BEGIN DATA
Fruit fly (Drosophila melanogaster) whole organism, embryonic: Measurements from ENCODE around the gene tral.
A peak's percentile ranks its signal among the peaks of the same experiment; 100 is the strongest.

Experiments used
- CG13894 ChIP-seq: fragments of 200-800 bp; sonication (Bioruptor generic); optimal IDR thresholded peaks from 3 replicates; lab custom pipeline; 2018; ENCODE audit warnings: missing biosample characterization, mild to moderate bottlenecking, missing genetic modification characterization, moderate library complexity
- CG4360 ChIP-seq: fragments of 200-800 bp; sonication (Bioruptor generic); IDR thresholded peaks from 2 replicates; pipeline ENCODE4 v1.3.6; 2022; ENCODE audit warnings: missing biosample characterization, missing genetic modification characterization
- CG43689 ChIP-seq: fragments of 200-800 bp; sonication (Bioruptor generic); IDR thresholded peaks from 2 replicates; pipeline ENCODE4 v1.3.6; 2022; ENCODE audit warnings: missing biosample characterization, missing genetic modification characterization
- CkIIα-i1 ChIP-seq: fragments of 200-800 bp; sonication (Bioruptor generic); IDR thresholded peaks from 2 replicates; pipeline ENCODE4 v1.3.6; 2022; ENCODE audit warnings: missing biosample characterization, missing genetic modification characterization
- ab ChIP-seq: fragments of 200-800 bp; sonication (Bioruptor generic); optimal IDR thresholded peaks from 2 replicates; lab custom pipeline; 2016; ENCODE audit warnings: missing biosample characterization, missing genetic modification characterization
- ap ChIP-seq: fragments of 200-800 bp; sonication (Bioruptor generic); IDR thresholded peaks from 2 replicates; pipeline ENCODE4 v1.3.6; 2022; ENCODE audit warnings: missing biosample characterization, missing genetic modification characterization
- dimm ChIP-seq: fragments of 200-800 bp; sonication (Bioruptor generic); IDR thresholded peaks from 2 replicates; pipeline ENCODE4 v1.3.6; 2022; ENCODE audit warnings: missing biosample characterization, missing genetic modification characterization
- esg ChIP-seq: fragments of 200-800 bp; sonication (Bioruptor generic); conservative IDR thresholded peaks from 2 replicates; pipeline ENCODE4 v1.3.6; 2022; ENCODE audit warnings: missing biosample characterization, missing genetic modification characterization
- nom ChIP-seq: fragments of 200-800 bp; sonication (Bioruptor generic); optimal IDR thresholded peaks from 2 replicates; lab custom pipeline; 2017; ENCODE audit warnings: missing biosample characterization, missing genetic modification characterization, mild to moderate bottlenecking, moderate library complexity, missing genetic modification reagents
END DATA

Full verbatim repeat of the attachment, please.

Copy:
Fruit fly (Drosophila melanogaster) whole organism, embryonic: Measurements from ENCODE around the gene tral.
A peak's percentile ranks its signal among the peaks of the same experiment; 100 is the strongest.

Experiments used
- CG13894 ChIP-seq: fragments of 200-800 bp; sonication (Bioruptor generic); optimal IDR thresholded peaks from 3 replicates; lab custom pipeline; 2018; ENCODE audit warnings: missing biosample characterization, mild to moderate bottlenecking, missing genetic modification characterization, moderate library complexity
- CG4360 ChIP-seq: fragments of 200-800 bp; sonication (Bioruptor generic); IDR thresholded peaks from 2 replicates; pipeline ENCODE4 v1.3.6; 2022; ENCODE audit warnings: missing biosample characterization, missing genetic modification characterization
- CG43689 ChIP-seq: fragments of 200-800 bp; sonication (Bioruptor generic); IDR thresholded peaks from 2 replicates; pipeline ENCODE4 v1.3.6; 2022; ENCODE audit warnings: missing biosample characterization, missing genetic modification characterization
- CkIIα-i1 ChIP-seq: fragments of 200-800 bp; sonication (Bioruptor generic); IDR thresholded peaks from 2 replicates; pipeline ENCODE4 v1.3.6; 2022; ENCODE audit warnings: missing biosample characterization, missing genetic modification characterization
- ab ChIP-seq: fragments of 200-800 bp; sonication (Bioruptor generic); optimal IDR thresholded peaks from 2 replicates; lab custom pipeline; 2016; ENCODE audit warnings: missing biosample characterization, missing genetic modification characterization
- ap ChIP-seq: fragments of 200-800 bp; sonication (Bioruptor generic); IDR thresholded peaks from 2 replicates; pipeline ENCODE4 v1.3.6; 2022; ENCODE audit warnings: missing biosample characterization, missing genetic modification characterization
- dimm ChIP-seq: fragments of 200-800 bp; sonication (Bioruptor generic); IDR thresholded peaks from 2 replicates; pipeline ENCODE4 v1.3.6; 2022; ENCODE audit warnings: missing biosample characterization, missing genetic modification characterization
- esg ChIP-seq: fragments of 200-800 bp; sonication (Bioruptor generic); conservative IDR thresholded peaks from 2 replicates; pipeline ENCODE4 v1.3.6; 2022; ENCODE audit warnings: missing biosample characterization, missing genetic modification characterization
- nom ChIP-seq: fragments of 200-800 bp; sonication (Bioruptor generic); optimal IDR thresholded peaks from 2 replicates; lab custom pipeline; 2017; ENCODE audit warnings: missing biosample characterization, missing genetic modification characterization, mild to moderate bottlenecking, moderate library complexity, missing genetic modification reagents